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This is a transcribed copy of an original. Frank Blazich, Jr.

– Ohio Wing Historian, 2012

RESTRICTED
BOMBING NOTES 1. Types of Bombing (a) Attack bombing; flying low using machine guns, also dropping bombs. (b) Precision bombing; bombing from level flight, if possible using bomb sight. (c) Aerial Torpedo bombing; flying low at level flight, nearing target, torpedo is released, it ricochets on top of water until it strikes target. (d) Dive bombing; plane dives at 75 degree angle until bomb is released. (e) Pattern bombing; each plane bombs certain section of objective, so that all planes do not bomb in same section. A bomb when released follows a parabolic path, the range of bomb is determined by altitude and speed of plane. A bomb when released drops 16.08 feet the first second. The rate of speed increases thereafter 32.16 feet per second until terminal velocity is reached. When released from 1000 feet a bomb required 7.9 seconds to hit the ground and at 80 miles per hour has a range of approximately 929 feet. A bomb when released from a plane at a given ground speed will continue to go forward as it falls at approximately the same speed unless the bomb is dropped from several thousand feet altitude. The trail of the bomb behind the plane at 500 feet is only 2½ feet, meaning that for the 5.61 seconds it requires for bomb to fall 500 feet the plane will only go 2½ feet further forward than the bomb. By converting speed of plane into feet per second, the range of bomb can be determined by multiplying the feet per second the plane is traveling by the number of seconds it requires bomb to strike the surface. To convert the speed of plane into feet per seconds multiply ground speed of plane by 1.47. Using this formula, a depth charge dropped from a plane going 80 M.P.H. at 100 feet will require 2½ sec. to reach the surface. 80 x 1.47 = 117.6 feet per sec. bomb is travelling forward. 117.6 x 2½ = number of feet the bomb travels forward or the range of bomb. By using altitude and the range of bomb a triangle can be drawn to determine the dropping angle. If carrying depth charge and submarine is sighted, proceed at once to area, being careful to count the seconds it requires you to reach the swirl after conning tower has disappeared. If not using watch a good method is to say, one thousand and one, two thousand and two, and so on until you reach the bombing range of swirl. If the conning tower has been under for 15 seconds the sub will have traveled forward 150 feet making the range 150 feet beyond the leading edge of swirl. To measure this distance, you fly beyond bombing range of swirl for approximately 1-1/3 seconds. As mentioned in paragraph 5, 80 M.P.H. equals 117.6 feet per second. The depth charge detonates at 25 feet below surface of water. If submarine submerging at 2 feet per second has been submerged 30 seconds it will be 60 feet below surface of water and the depth charge will not be effective. Lt. M.P. Arnette CAPCP Instructor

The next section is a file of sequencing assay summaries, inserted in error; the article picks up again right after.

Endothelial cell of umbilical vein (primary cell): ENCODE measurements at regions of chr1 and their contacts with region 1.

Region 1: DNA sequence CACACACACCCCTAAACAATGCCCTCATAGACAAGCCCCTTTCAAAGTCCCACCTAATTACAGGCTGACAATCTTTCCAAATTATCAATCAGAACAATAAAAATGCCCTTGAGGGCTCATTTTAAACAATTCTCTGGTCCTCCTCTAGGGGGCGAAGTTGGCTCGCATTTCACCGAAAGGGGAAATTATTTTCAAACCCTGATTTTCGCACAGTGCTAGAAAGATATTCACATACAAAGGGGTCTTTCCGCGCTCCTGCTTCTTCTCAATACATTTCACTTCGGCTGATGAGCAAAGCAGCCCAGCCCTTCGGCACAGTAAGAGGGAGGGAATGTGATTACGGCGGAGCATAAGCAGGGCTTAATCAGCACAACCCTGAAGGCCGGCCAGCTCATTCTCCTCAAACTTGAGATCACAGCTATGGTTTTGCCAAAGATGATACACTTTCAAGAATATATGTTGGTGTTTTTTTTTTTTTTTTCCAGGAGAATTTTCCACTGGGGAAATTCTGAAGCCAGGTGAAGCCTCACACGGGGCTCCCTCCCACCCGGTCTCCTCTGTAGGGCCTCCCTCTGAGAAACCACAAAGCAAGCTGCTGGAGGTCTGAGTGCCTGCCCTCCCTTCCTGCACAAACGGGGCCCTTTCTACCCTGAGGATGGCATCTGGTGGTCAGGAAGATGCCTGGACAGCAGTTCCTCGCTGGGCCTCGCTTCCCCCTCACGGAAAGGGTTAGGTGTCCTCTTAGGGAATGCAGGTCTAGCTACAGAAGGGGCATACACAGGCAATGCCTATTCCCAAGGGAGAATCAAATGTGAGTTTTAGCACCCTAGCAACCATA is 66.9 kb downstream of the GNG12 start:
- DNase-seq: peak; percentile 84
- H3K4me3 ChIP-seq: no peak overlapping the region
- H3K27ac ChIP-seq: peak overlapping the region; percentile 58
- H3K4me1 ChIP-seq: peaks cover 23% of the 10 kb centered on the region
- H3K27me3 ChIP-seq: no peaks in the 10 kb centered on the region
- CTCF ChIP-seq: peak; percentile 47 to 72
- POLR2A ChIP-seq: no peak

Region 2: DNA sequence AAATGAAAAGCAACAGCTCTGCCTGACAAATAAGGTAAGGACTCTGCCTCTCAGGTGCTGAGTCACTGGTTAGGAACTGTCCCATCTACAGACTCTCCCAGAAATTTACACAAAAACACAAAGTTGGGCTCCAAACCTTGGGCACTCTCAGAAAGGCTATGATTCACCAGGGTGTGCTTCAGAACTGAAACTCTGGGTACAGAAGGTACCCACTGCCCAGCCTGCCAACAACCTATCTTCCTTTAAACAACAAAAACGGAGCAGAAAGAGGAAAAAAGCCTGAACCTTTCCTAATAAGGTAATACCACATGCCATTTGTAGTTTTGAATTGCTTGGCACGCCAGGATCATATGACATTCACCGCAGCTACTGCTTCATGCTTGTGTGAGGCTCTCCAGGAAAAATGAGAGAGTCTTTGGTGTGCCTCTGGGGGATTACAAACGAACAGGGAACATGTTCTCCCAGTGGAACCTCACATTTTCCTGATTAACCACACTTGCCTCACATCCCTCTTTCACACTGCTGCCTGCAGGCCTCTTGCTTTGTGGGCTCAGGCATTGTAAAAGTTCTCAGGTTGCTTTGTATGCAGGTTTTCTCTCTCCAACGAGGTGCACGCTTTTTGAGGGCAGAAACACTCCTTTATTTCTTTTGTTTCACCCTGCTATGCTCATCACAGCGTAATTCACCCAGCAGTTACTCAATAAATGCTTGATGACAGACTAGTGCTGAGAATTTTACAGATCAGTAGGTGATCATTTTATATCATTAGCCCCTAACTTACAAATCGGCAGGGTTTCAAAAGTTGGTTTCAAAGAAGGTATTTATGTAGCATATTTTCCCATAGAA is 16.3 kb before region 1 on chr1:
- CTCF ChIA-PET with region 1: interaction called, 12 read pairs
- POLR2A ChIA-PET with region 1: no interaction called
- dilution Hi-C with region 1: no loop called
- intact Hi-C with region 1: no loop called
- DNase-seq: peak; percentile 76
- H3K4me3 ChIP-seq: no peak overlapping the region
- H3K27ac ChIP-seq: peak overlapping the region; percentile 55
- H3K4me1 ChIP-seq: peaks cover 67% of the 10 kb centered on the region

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This is a transcribed copy of an original. Frank Blazich, Jr. – Ohio Wing Historian, 2012

RESTRICTED
8. As 2½ seconds for time depth charge requires to reach surface of water and 3½ seconds for time it requires to reach 25 feet depth, the submarine will travel forward 60 feet. Do not increase your range for this as the depth charge when dropped 100 feet from plane flying 80 M.P.H. will go forward in water for 50 to 60 feet before reaching 25’ depth. (a) Don’t wait for ideal site, may be too late. (b) Be sure of speed, know the correct altitude and wind. (c) Do not dive plane. (d) Do not drop depth charge from altitude lower than 50 feet or higher than 500 feet. (e) Do not drop demolition bomb from altitude lower than 800 feet. (f) Do not follow close behind plane dropping bomb or depth charge. Direction of attack (a) shortest route (b) Attacks from down sun, up moon path, and up to a dawn or dusk horizon line are most favorable for surprise. Speed conversion Bomb Velocity M.P.H. Feet Per Sec. Alt. Time of Fall 60 70 80 90 100 88.2 102.9 117.6 132.3 147.0 50’ 100’ 200’ 300’ 400’ 500’ 1000’ 1.83 Seconds 2.48 “ 3.48 “ 4.29 “ 4.98 “ 5.58 “ 7.9 “

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TABLE OF BASIC DATA, RANGE AND DROP ANGLE, (No Trail Correction) Ground Speed MPH

Alt. 50 100 200 300 500

60 72°39’ 161.1 65°32’ 219.8 57°03’ 308.5 50°27’ 380.3 44°42’ 494.7

70

80

90

100

110

120 81°11’ 322.3 77°11’ 439.6 72°02’ 617.0 68°28’ 760.7 63°12’ 989.5

130 81°51’ 349.1 78°08’ 476.2 73°21’ 668.4 70°06’ 824.1 64°59’ 1071.2

140

150

74°29’ 76°54’ 78°19’ 79°27’ 80°36’ 180.0 214.9 241.7 268.6 295.4 68°42’ 71°10’ 73°08’ 74°44’ 76°41’ 256.4 293.1 329.8 366.3 412.9 60°56’ 64°04’ 66°38’ 68°45’ 70°32’ 359.9 411.4 462.8 514.2 565.6 55°20’ 59°23’ 62°16’ 64°41’ 66°43’ 443.7 507.1 570.5 633.9 697.3 49°06’ 52°50’ 56°02’ 58°46’ 61°08’ 577.2 659.5 742.1 824.5 907.0 40° 813’ 43° 929’ 46°30’ 49°30’ 51°45’ 1045 1161 1277

82°26’ 84°1’ 376.0 402.0 78°58’ 79°4’ 512.8 549.0 74°28’ 75°2’ 719.8 771.0 71°19’ 72°2’ 887.4 950.0 66°35’ 67°5’ 1154.4 1236

1000 37° 742’

Lt. Milton P. Arnette CAPCP Instructor

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